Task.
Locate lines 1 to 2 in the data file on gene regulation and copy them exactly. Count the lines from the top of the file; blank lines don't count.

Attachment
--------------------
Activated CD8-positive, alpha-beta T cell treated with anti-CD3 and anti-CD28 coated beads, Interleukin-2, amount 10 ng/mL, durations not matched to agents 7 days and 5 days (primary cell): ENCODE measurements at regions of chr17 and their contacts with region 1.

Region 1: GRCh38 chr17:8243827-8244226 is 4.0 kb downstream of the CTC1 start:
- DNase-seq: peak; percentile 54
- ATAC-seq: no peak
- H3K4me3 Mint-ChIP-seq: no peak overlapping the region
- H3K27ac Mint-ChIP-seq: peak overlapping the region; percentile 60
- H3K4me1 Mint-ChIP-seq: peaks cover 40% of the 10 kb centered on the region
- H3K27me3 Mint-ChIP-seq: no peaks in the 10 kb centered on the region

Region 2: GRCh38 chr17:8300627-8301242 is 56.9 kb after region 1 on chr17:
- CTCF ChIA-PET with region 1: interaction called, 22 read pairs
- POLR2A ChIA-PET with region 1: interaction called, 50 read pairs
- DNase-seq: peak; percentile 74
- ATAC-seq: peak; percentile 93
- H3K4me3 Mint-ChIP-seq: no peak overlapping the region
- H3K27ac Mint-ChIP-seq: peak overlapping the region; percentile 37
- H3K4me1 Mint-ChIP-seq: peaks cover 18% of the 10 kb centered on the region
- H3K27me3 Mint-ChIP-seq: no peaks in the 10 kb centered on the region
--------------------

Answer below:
Activated CD8-positive, alpha-beta T cell treated with anti-CD3 and anti-CD28 coated beads, Interleukin-2, amount 10 ng/mL, durations not matched to agents 7 days and 5 days (primary cell): ENCODE measurements at regions of chr17 and their contacts with region 1.

Region 1: GRCh38 chr17:8243827-8244226 is 4.0 kb downstream of the CTC1 start: